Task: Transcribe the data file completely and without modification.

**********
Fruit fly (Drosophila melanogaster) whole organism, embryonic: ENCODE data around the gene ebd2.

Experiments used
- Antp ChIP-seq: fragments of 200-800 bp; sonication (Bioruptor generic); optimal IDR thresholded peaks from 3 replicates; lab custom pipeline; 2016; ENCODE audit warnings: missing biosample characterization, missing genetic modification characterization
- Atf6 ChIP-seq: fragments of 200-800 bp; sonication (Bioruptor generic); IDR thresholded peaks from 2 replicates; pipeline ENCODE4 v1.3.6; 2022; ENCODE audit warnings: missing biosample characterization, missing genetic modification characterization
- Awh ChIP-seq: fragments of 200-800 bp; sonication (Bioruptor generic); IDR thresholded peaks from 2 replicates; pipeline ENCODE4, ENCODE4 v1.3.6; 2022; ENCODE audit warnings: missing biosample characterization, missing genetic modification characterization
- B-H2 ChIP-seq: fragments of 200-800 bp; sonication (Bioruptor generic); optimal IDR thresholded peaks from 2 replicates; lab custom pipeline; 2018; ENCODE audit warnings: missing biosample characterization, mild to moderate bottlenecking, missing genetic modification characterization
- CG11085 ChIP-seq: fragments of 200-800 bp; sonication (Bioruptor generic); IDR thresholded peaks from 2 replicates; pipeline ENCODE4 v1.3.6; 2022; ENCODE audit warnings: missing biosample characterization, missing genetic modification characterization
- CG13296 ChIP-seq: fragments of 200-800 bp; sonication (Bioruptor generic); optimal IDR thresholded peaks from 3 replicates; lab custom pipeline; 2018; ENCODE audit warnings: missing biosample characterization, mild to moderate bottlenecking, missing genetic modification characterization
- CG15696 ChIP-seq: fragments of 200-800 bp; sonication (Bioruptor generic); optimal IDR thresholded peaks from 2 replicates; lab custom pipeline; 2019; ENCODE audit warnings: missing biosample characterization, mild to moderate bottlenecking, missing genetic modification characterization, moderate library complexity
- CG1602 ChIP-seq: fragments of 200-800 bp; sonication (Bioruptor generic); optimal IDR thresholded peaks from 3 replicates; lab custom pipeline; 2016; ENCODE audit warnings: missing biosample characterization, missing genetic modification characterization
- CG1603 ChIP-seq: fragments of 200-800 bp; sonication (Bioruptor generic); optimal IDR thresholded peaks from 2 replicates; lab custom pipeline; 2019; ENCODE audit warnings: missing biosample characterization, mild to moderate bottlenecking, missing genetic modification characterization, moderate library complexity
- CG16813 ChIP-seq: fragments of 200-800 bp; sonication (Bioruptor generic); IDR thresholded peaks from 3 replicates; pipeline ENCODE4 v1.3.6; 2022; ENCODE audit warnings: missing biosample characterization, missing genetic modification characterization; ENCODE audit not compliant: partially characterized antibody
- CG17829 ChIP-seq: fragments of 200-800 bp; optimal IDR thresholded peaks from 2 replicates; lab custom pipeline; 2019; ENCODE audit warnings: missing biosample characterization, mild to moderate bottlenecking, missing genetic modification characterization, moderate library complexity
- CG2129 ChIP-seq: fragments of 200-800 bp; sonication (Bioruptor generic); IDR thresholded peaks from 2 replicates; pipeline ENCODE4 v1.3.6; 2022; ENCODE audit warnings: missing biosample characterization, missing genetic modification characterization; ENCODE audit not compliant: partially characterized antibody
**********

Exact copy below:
Fruit fly (Drosophila melanogaster) whole organism, embryonic: ENCODE data around the gene ebd2.

Experiments used
- Antp ChIP-seq: fragments of 200-800 bp; sonication (Bioruptor generic); optimal IDR thresholded peaks from 3 replicates; lab custom pipeline; 2016; ENCODE audit warnings: missing biosample characterization, missing genetic modification characterization
- Atf6 ChIP-seq: fragments of 200-800 bp; sonication (Bioruptor generic); IDR thresholded peaks from 2 replicates; pipeline ENCODE4 v1.3.6; 2022; ENCODE audit warnings: missing biosample characterization, missing genetic modification characterization
- Awh ChIP-seq: fragments of 200-800 bp; sonication (Bioruptor generic); IDR thresholded peaks from 2 replicates; pipeline ENCODE4, ENCODE4 v1.3.6; 2022; ENCODE audit warnings: missing biosample characterization, missing genetic modification characterization
- B-H2 ChIP-seq: fragments of 200-800 bp; sonication (Bioruptor generic); optimal IDR thresholded peaks from 2 replicates; lab custom pipeline; 2018; ENCODE audit warnings: missing biosample characterization, mild to moderate bottlenecking, missing genetic modification characterization
- CG11085 ChIP-seq: fragments of 200-800 bp; sonication (Bioruptor generic); IDR thresholded peaks from 2 replicates; pipeline ENCODE4 v1.3.6; 2022; ENCODE audit warnings: missing biosample characterization, missing genetic modification characterization
- CG13296 ChIP-seq: fragments of 200-800 bp; sonication (Bioruptor generic); optimal IDR thresholded peaks from 3 replicates; lab custom pipeline; 2018; ENCODE audit warnings: missing biosample characterization, mild to moderate bottlenecking, missing genetic modification characterization
- CG15696 ChIP-seq: fragments of 200-800 bp; sonication (Bioruptor generic); optimal IDR thresholded peaks from 2 replicates; lab custom pipeline; 2019; ENCODE audit warnings: missing biosample characterization, mild to moderate bottlenecking, missing genetic modification characterization, moderate library complexity
- CG1602 ChIP-seq: fragments of 200-800 bp; sonication (Bioruptor generic); optimal IDR thresholded peaks from 3 replicates; lab custom pipeline; 2016; ENCODE audit warnings: missing biosample characterization, missing genetic modification characterization
- CG1603 ChIP-seq: fragments of 200-800 bp; sonication (Bioruptor generic); optimal IDR thresholded peaks from 2 replicates; lab custom pipeline; 2019; ENCODE audit warnings: missing biosample characterization, mild to moderate bottlenecking, missing genetic modification characterization, moderate library complexity
- CG16813 ChIP-seq: fragments of 200-800 bp; sonication (Bioruptor generic); IDR thresholded peaks from 3 replicates; pipeline ENCODE4 v1.3.6; 2022; ENCODE audit warnings: missing biosample characterization, missing genetic modification characterization; ENCODE audit not compliant: partially characterized antibody
- CG17829 ChIP-seq: fragments of 200-800 bp; optimal IDR thresholded peaks from 2 replicates; lab custom pipeline; 2019; ENCODE audit warnings: missing biosample characterization, mild to moderate bottlenecking, missing genetic modification characterization, moderate library complexity
- CG2129 ChIP-seq: fragments of 200-800 bp; sonication (Bioruptor generic); IDR thresholded peaks from 2 replicates; pipeline ENCODE4 v1.3.6; 2022; ENCODE audit warnings: missing biosample characterization, missing genetic modification characterization; ENCODE audit not compliant: partially characterized antibody